2012 Morris Seminar – The Alchemy of Book Evaluation

This year I got to be a part of the William Morris Seminar. The purpose is to train new people to be part of book and media evaluation committees for ALSC, the Association for Library Service to Children. This is the group that awards the Newbery, Caldecott, Geisel, Siebert, Odyssey, and other medals. The seminar was made possible from a grant by William Morris, and is an invitational seminar presented every two years. I applied each of the three times it has been offered, and this time was selected to participate.

Part of the thrill was getting to meet and talk with a group of 30 people as excited about Book Evaluation as I am. Just like me, these people got excited talking about the strengths and weaknesses of children’s books published last year.

Our speakers were people who have served on multiple committees, and who have recently chaired committees. They have lots of knowledge of the process and lots of experience with making a good discussion happen.

The first speaker of the morning was Vicky Smith talking about “The Alchemy of Book Evaluation.” I’ll give some of my notes from her talk.

She said when you’re assigned to a book evaluation committee, first, you need to evaluate yourself. Because, after all, “Text is context.”

She did say that, as a former English major, she is hyperaware of the Intentional Fallacy – the false idea that anyone can know what the author originally intended.

You should know the sort of reader you are: Fast or slow? Easily distracted or easily submerged in a book? Do you read for language, character, plot, or theme? What books did you love when you were 12 years old?

When you’re on an ALSC committee, you have to transcend the reader you are. For example, if you’re a plot-driven reader, you’re good at seeing how the plot works – but you need to overcome that.

Do you have biases? Your biases can help illuminate a book, but also blind you.

What do you know? Use your expertise without Hubris. A little bit of knowledge can be a dangerous thing.

Beware of Hubris!

Know what you don’t know and be open to the book. Understand your context. The book you are evaluating was not written for you. You are not evaluating the book for personal pleasure reading.

Understand who the book is for. Some books are specifically gender-skewed, ability-skewed, etc. You just need to understand who it’s directed for.

Books may not be literarily spectacular, but still important.

Who is the book for? What is the book for?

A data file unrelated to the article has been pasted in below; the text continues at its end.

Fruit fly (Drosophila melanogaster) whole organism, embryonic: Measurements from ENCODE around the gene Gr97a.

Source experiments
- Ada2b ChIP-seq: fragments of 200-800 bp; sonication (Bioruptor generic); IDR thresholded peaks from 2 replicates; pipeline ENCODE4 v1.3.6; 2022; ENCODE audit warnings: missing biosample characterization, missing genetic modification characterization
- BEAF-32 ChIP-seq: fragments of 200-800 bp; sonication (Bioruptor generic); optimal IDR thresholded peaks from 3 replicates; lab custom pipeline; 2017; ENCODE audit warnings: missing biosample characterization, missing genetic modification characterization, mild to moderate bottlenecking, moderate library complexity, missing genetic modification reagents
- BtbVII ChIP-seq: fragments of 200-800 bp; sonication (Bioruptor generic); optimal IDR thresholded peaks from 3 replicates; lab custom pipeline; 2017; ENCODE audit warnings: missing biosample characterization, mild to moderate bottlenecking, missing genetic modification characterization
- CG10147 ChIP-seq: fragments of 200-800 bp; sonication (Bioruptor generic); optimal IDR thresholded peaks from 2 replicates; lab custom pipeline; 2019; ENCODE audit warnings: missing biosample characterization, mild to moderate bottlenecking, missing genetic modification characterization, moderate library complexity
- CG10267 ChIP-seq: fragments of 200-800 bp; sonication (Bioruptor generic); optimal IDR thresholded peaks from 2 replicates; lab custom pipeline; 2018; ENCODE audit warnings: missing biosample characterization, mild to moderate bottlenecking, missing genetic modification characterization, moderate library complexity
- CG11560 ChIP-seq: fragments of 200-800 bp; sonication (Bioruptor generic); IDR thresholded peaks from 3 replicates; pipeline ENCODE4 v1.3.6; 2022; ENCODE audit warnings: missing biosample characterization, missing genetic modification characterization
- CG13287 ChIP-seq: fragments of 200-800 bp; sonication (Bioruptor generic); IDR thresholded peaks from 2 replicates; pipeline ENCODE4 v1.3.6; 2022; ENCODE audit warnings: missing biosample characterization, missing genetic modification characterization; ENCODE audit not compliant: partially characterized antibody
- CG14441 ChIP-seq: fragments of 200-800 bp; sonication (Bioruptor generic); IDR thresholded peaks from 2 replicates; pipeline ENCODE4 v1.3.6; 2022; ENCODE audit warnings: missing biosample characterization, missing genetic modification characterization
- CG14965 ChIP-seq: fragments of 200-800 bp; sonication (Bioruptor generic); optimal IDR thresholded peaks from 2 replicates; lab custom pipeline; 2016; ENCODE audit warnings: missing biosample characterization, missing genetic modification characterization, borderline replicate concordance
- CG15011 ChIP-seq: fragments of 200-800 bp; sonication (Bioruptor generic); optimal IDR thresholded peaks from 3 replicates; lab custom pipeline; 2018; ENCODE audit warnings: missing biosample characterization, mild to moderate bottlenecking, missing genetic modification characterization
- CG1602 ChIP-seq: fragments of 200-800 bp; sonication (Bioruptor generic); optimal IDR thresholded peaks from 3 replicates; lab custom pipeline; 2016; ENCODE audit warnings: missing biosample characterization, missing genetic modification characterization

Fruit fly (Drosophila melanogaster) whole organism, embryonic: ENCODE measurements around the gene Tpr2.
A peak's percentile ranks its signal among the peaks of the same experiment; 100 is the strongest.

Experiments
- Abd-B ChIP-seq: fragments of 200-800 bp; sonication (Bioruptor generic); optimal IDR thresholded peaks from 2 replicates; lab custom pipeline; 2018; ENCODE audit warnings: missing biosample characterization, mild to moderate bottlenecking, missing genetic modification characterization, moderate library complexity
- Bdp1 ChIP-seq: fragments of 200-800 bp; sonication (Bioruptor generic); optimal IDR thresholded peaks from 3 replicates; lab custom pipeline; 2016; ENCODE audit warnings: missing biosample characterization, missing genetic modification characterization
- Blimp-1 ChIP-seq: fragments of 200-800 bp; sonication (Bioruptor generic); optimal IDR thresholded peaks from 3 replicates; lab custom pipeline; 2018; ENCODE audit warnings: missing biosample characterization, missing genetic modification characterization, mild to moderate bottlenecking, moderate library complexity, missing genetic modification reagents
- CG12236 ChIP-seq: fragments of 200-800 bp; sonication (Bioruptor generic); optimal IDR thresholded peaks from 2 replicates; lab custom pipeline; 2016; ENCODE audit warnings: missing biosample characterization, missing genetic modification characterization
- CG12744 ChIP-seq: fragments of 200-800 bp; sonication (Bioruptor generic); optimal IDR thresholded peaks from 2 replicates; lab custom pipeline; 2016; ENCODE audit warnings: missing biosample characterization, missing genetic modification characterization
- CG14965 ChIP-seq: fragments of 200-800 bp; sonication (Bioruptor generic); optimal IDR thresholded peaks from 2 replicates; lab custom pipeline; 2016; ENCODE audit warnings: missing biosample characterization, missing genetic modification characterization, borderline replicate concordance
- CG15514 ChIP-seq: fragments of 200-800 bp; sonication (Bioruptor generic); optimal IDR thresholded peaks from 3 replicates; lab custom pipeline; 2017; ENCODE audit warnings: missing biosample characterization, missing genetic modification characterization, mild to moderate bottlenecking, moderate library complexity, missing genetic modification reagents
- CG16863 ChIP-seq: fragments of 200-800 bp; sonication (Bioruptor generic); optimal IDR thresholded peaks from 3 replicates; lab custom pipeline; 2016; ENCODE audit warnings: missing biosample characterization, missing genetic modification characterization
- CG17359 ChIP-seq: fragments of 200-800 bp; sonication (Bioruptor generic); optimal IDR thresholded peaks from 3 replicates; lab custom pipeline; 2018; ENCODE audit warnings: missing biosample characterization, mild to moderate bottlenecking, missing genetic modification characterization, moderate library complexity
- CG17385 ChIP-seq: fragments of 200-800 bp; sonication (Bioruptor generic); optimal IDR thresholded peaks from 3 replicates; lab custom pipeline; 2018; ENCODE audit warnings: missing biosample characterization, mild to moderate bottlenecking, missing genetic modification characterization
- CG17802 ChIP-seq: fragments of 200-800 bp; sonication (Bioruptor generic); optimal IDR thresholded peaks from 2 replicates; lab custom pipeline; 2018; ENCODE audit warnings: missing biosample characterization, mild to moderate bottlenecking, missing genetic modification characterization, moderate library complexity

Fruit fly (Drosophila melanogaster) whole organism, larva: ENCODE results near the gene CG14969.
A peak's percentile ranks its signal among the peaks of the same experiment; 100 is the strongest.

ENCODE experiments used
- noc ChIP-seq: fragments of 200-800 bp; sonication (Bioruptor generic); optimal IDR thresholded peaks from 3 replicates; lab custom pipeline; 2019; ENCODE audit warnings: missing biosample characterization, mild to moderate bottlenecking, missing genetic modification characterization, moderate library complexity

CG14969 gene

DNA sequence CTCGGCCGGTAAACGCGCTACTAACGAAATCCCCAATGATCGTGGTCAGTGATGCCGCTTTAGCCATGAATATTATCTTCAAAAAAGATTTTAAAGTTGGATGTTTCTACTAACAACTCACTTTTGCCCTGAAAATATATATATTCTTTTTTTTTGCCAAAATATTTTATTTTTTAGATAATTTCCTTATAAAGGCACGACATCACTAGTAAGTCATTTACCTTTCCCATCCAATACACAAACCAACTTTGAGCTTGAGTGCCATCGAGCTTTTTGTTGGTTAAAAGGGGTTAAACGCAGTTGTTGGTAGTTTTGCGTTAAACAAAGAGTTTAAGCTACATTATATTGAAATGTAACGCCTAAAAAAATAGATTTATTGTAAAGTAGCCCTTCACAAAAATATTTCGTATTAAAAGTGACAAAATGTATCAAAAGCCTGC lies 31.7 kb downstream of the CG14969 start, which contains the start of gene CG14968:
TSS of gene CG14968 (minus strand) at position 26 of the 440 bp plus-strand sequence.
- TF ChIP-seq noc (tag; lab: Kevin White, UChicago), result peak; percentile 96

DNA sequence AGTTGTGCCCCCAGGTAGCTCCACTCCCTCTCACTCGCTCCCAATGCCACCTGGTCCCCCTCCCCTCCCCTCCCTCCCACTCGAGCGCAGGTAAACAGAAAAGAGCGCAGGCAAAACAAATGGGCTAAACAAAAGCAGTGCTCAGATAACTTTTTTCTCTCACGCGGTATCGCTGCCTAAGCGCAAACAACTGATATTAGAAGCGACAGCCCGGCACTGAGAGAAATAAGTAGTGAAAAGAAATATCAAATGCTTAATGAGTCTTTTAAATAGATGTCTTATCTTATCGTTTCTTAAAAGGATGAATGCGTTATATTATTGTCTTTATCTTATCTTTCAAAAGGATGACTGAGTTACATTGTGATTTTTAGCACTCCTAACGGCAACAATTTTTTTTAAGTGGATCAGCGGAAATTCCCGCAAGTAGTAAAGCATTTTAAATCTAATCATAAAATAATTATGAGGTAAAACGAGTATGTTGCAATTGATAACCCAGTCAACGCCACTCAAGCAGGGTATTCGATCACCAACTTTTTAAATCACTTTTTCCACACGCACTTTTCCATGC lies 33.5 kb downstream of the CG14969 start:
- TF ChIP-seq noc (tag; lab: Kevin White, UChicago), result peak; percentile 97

Is joy and fun any less important than big deep messages?

Why are you evaluating this book? Your committee’s charge is important.

You need to get over wanting a book you can use with your kids.

Greet the book on its own terms. Think about: What does this book do, as opposed to: What doesn’t it do?

Every book deserves the most open mind possible.

What does this book do? What doesn’t it do? That’s not necessarily a bad thing.

Remember that “offensive” has a million different definitions. What, in particular, do you think is offensive?

Does the book do what it does with integrity? If there are stereotypes, is that a bad thing?

Pay attention to your reactions to the book.

Don’t go into your encounter with the book looking for flaws. If you do find a flaw, you’re obligated to check. (Find an expert.)

Everybody has a different opinion of what is a fatal flaw. Why is it there? Is it really a flaw?

Book Evaluation is hugely relative. We can’t apply standards that give the same result every time.


That was the first talk we got to listen to. It made us eager to begin! We’d all read a list of books for small group discussion later.

This talk was interesting to me because it did point out to me that a Book Evaluation committee is very different than what I am trying to do on my blog. On my blog, I’m giving my own reaction to the book. But in a committee, you’re looking at a book as children’s literature. You want to observe your own reactions, but you’re trying to evaluate the underlying quality of the book for its true audience.

However, even though this isn’t what I’m trying to do on my blog, this is all very good advice for Readers’ Advisory on my job. It’s good to know a book’s strengths so I can figure out who would enjoy the book. Readers’ Advisory is also not about what I like or don’t like; it’s about finding the right book for the reader in front of you at this particular time.

Readers’ Advisory Research and Trends – ALA Annual Conference, Day Two

After the Margaret Edwards Award Luncheon, I took a shuttle back to the Convention Center and attended the program that ended up being the most helpful and practical for use on my job, “Readers’ Advisory Research and Trends Forum: What We Learn from Our Readers: A conversation with Nancy Pearl and Catherine Sheldrick Ross.”

I was late due to the slow shuttle, so I think I missed most of Catherine’s presentation, but what I did hear was excellent food for thought. I’m going to try some of these ideas.

Nancy Pearl talked about four “doorways” into books: